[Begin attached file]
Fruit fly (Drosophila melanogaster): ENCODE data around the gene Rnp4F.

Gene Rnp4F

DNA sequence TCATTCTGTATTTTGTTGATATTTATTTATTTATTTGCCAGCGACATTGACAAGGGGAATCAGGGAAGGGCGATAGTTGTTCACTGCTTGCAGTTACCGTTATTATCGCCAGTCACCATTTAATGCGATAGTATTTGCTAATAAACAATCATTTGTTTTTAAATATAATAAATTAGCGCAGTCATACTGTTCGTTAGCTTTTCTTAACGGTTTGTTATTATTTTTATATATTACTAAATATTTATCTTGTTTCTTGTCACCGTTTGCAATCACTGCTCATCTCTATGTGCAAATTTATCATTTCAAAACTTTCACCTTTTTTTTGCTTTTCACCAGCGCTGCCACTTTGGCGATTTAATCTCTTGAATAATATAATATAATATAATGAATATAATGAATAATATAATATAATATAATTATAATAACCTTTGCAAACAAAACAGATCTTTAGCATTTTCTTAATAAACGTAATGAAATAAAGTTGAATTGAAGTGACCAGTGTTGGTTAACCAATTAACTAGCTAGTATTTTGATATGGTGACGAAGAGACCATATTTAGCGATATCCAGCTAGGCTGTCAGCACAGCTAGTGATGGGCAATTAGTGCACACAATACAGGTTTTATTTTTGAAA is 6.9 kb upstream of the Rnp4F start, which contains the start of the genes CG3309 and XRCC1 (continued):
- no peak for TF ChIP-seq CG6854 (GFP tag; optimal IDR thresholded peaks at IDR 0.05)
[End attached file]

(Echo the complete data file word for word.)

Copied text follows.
Fruit fly (Drosophila melanogaster): ENCODE data around the gene Rnp4F.

Gene Rnp4F

DNA sequence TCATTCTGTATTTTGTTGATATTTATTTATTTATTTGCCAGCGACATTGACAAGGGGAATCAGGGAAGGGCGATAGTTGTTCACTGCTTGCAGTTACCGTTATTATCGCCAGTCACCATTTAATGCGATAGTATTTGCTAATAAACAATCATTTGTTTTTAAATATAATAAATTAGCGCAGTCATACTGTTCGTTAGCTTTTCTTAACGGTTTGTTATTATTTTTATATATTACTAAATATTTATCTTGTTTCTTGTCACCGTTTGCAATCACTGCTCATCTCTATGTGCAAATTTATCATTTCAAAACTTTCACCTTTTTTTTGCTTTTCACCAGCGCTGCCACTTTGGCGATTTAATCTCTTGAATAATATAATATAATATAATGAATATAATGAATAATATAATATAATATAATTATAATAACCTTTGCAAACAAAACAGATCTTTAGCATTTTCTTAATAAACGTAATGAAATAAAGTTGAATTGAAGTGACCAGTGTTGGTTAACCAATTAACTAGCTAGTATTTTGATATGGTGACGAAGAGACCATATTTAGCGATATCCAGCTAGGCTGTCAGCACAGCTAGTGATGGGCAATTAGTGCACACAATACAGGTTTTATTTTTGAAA is 6.9 kb upstream of the Rnp4F start, which contains the start of the genes CG3309 and XRCC1 (continued):
- no peak for TF ChIP-seq CG6854 (GFP tag; optimal IDR thresholded peaks at IDR 0.05)